Company comes under fire after seeking unpaid supernumeraries for Aida.

Opera Australia has come in for criticism today after posting a callout for students currently undertaking a performance based degree to appear in next year’s Handa Opera on the Harbour. Gale Edwards’ production of Aida is being trailed as the biggest outdoor opera so far, yet it seems that the producers are unable or unprepared to offer any form of payment to those they thereby hope to recruit in supernumerary roles.

The seeming attempt to get something for nothing has prompted an immediate backlash with people accusing the national opera company of trying to engage “slave labour”, an ironic reference to the status of many of the onstage characters in Verdi’s Ancient Egyptian blockbuster.

In a well-argued piece on his blog, Aaron Kernaghan, a senior lawyer at Kernaghan & Associates and a vocal Opera Australia supporter, takes the producers to task for what he considers “a shameful and entirely regrettable situation and one that ought be stopped by an employer so large and so important in Australia’s performing arts.”

OA’s advertisment, reproduced on the popular bel canto website, says that students will need to “cover all their own expenses, including travel and food expenses” and therefore they “cannot provide any reimbursements or allowances to secondment positions.” Kernaghan considers that restricting the offer to students smacks of attempting to find a loophole in the Fair Work Act. “Why, you may ask, is this undertaking restricted to students only?” he asks. “Could it have anything to do with the recent rulings, reports, recommendations and reviews throughout Australian to the effect that unpaid work experience or secondments are only permissible if the work is in exchange for some form of course-specific credit? Otherwise, if someone is doing work that another person would usually be paid for, then they should be paid for it.”

The actors’ union Equity agrees. Limelight contacted Director Zoe Angus who was emphatic. “Opera Australia did not consult with Equity regarding the use of unpaid Opera extras on their forthcoming production Aida,” she said. “We are seriously concerned about the use of unpaid artists to fill roles that would ordinarily be paid appropriate rates under the Equity-negotiated collective agreement, and we are looking into the matter.”

The commitment being asked of potential supernumeraries, who will “have significant on stage time and play an important part of the production”, is considerable – rehearsals from March 9 to 24 (many of them out at Sydney Olympic Park) and then a run of performances until April 26 at Mrs Macquarie’s Point. In response to the outcry, Opera Australia scrambled to apparently adjust their position and issued the following press release:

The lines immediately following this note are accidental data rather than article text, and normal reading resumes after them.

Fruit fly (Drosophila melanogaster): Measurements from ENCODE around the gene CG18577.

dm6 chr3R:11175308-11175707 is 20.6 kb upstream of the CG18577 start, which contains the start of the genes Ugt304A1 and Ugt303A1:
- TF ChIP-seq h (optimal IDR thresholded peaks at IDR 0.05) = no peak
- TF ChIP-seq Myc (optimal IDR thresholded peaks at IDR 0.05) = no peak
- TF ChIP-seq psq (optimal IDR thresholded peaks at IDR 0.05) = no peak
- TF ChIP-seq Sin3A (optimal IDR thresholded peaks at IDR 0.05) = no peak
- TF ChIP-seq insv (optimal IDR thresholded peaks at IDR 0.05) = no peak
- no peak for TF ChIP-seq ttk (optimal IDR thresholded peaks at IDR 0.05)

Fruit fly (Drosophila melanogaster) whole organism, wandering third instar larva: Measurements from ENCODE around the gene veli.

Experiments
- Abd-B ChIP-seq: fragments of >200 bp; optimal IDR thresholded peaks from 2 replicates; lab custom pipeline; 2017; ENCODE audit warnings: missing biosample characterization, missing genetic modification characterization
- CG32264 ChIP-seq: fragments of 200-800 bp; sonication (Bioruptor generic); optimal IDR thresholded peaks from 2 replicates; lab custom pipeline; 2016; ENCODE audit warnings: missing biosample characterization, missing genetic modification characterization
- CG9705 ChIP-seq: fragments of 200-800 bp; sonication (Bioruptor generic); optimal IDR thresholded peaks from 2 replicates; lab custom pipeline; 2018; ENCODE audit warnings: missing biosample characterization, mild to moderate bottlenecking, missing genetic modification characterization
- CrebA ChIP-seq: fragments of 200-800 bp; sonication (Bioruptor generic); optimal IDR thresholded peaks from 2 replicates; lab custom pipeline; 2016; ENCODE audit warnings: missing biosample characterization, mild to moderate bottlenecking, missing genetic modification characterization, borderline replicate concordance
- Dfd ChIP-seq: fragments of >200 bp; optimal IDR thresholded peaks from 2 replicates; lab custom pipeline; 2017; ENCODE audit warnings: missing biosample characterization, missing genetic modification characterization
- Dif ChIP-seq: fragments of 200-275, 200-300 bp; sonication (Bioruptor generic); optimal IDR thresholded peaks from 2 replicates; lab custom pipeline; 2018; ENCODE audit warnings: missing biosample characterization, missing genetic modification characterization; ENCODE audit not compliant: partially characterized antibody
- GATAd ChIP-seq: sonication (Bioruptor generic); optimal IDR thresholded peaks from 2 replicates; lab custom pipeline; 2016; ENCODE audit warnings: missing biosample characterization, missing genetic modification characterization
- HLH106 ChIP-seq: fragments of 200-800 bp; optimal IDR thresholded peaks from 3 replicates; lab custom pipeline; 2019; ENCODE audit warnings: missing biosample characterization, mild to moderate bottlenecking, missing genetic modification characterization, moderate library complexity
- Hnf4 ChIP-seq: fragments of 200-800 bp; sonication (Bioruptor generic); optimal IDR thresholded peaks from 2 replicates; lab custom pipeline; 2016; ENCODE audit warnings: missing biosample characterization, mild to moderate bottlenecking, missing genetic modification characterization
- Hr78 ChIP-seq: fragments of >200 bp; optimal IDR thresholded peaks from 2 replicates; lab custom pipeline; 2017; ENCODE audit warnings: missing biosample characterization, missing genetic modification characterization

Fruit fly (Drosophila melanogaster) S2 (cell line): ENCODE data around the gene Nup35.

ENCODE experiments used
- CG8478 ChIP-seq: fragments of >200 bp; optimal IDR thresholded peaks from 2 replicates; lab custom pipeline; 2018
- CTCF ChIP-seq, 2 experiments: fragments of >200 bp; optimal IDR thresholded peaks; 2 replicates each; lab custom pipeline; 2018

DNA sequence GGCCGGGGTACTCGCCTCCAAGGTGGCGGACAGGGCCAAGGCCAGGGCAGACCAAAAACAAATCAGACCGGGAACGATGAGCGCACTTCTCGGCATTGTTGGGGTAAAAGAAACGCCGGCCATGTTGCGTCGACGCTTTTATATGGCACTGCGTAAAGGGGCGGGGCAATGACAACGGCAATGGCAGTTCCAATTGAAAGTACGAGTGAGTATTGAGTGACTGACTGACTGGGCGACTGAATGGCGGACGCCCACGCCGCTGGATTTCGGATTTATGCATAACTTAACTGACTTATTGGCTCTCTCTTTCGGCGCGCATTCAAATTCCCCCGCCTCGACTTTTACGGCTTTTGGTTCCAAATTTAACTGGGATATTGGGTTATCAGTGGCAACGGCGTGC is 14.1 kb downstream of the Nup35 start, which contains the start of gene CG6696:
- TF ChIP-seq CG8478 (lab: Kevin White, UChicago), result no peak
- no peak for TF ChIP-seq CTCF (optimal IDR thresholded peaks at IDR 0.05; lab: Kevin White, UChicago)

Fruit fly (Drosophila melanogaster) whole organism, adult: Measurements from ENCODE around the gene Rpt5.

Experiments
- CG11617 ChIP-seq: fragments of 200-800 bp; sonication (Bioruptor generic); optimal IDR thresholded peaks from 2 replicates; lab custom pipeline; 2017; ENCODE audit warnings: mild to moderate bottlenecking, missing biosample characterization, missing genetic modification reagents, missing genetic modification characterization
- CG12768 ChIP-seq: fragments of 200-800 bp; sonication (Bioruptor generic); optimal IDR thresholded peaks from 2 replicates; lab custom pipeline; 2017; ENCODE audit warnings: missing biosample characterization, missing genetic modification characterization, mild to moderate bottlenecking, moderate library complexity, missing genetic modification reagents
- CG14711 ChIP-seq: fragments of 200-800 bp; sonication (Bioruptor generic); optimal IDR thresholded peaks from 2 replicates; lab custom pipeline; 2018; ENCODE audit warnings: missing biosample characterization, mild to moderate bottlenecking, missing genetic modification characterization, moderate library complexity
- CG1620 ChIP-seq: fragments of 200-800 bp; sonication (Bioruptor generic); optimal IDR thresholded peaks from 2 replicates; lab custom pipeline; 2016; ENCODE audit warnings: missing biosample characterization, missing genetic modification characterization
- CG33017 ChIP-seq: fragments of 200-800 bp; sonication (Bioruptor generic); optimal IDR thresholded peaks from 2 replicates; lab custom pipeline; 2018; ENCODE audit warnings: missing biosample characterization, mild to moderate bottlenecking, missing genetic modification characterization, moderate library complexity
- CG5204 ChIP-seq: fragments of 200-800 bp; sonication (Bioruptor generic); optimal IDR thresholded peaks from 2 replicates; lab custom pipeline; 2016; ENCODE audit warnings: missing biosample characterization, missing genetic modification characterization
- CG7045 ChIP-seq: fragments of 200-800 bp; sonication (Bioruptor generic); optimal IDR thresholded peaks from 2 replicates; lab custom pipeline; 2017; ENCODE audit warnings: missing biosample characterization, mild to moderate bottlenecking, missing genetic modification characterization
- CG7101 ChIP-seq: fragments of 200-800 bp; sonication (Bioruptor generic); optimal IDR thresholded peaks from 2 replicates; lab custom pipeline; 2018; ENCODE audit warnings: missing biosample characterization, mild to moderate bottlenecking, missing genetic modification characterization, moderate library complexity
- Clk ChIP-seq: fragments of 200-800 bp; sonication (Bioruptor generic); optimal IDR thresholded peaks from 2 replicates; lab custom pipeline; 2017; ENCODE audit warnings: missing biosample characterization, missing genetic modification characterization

“For the first time ever, around 30 members of the general public will have the opportunity to experience a bit of the magic first hand, by becoming an on-stage volunteer. They will join Principal Artists, over 50 Opera Australia Chorus, 16 Dancers, 50 Orchestral players and other professionals. The on-stage volunteer opportunity is a new addition to the Handa Opera on Sydney Harbour volunteer program which has been an invaluable component of the event. In previous years some volunteers have joined to be guides on site – welcoming guests and guiding them around the enormous pop-up opera theatre site. Others have assisted behind the scenes, gaining valuable experience while being mentored by stage hands, technical staff and in the production team. This opportunity is modelled on the on-stage volunteer project implemented for The Melbourne Ring Cycle in 2013. In this, around 60 members of the general public formed an integral yet non-professional component of the performances. People interested in applying for the on-stage Aida opportunities don’t need any performing experience as they will have a presence on stage that requires no singing, acting or dancing. The opportunity will be valuable for anyone interested in getting an inside glimpse into life on the stage through participating in rehearsals, costume fittings, being in front of an audience and learning about a professional production. They do not perform roles that would otherwise be given to paid professionals – these are straight-forward activities designed to create a spectacle on stage, through sheer scale.”

It’s unlikely to satisfy sceptics like Aaron Kernaghan, however, already concerned that the position of supernumeraries (long considered an important – and traditionally remunerated – element of operatic productions. “If the national opera, well-sponsored by Handa, wish to stage a mammoth production of an opera for the whole world to come and watch, then they should do so properly,” he argues. “Getting students (or anyone) to stand on a stage and perform for free is unacceptable. There are any number of young performers in this country who are trying to make performance their craft and their profession and they are necessarily denied an opportunity every time someone takes their place for free.”

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